If one wanted to put a marker down of when public sentiment turned sour, though, Dan Oslo’s marathon documentary titled “The Line Goes Up” is as good a place as any. The video entitled Line Goes Up – The Problem With NFTs essay painstakingly details why crypto and NFTs are riddled with scams and fake price inflation. This is in addition to why [the film posits] crypto is fundamentally broken, sharing some similarities to a pyramid scheme. When the video landed on January 21st it not only went viral, it caused a major stir in both pro and anti NFT circles. What’s telling about the impact of this video essay is that it’s over two hours long. A two hour long YouTube video being this popular is rare. It may well be remembered as a pivotal moment in the history of NFTs.

Oslo’s fake price inflation claim is supported by some new research from blockchain analysis company Chainalysis, which has detected almost $9 million in profits from 262 NFT wash traders (people selling NFTs to themselves for high amounts to create the illusion of value). The company also detected at least $1.4 million worth of potential money laundering involving NFTs in 2021. But Chainalysis points out this is a drop in the ocean compared to the $8.6 billion worth of cryptocurrency laundered in 2021.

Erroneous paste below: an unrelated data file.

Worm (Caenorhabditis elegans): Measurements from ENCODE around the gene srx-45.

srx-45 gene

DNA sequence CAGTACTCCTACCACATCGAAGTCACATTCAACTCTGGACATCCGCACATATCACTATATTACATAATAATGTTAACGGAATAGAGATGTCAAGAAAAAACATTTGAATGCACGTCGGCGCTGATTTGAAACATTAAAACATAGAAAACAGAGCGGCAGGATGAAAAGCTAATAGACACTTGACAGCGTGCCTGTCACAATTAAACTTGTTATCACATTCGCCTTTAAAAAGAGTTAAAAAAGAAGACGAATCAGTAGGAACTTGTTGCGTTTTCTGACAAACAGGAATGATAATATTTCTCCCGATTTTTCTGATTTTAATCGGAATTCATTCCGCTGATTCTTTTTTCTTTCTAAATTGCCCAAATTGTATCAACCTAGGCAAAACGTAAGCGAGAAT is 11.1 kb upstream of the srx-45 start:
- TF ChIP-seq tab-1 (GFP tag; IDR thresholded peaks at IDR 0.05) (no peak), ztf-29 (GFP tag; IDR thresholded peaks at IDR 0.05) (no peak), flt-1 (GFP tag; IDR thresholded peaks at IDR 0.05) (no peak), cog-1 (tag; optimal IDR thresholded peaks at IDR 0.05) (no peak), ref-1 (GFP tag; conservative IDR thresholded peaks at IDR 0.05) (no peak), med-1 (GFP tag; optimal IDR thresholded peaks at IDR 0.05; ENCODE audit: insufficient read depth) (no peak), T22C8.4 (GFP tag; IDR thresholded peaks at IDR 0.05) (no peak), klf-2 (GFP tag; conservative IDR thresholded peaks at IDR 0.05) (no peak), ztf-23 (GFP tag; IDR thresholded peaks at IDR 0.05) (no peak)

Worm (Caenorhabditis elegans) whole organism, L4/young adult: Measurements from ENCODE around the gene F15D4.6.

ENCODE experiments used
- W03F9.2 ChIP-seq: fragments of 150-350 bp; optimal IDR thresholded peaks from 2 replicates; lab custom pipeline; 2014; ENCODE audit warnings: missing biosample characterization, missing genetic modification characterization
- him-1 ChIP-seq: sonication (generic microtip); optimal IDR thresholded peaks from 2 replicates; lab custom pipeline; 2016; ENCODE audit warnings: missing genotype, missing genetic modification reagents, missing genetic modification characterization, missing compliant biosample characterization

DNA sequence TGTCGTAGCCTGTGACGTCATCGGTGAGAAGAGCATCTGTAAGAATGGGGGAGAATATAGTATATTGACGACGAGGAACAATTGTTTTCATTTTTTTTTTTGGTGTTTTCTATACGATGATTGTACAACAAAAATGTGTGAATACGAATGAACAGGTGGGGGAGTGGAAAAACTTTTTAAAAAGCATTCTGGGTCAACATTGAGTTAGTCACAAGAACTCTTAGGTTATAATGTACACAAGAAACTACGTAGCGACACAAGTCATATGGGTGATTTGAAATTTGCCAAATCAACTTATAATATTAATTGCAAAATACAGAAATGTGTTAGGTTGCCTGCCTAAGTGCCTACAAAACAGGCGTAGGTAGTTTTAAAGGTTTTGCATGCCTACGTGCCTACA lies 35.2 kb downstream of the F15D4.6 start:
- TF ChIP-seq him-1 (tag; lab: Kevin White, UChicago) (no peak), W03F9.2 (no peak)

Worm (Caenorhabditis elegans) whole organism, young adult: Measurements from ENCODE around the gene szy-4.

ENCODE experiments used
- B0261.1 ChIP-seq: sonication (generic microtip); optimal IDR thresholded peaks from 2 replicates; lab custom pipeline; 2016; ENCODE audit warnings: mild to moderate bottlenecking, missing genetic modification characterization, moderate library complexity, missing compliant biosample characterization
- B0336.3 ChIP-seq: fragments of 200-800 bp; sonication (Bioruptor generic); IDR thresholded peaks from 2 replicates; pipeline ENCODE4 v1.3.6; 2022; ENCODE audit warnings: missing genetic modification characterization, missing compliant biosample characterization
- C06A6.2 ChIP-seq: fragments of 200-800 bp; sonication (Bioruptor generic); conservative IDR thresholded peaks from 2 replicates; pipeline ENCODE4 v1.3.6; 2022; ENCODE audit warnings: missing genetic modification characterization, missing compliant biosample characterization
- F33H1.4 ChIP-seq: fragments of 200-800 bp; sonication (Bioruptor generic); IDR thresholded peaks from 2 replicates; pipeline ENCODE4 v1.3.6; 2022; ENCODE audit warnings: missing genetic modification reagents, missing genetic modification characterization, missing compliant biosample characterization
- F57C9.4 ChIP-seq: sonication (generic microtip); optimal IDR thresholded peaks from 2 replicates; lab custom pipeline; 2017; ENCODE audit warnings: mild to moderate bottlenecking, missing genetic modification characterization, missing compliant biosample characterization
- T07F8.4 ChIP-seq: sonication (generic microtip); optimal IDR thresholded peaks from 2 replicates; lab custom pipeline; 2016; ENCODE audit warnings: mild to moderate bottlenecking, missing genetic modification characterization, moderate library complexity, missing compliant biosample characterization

That distinction between NFTs and crypto might be important. Artists have spoken about delinking crypto currency, which some believe is already tarnished, from NFTs, which is just a file format. Meldrew thinks that “we need to work to separate crypto art from NFTs” and that “the NFT name got tarnished, NFTs is just a file format.”

It’s not just Dan Olson’s documentary, there has been a broad rise in anti-crypto influencers in the last few months. People such as Stephen Diehl and Molly White have made a name for themselves pointing out the problems with NFTs. The blog Web3 Is Going Great, run by Molly White, started in January, gained 39,000 Twitter followers in three months, and does a good job summarizing the worst excesses of Web3.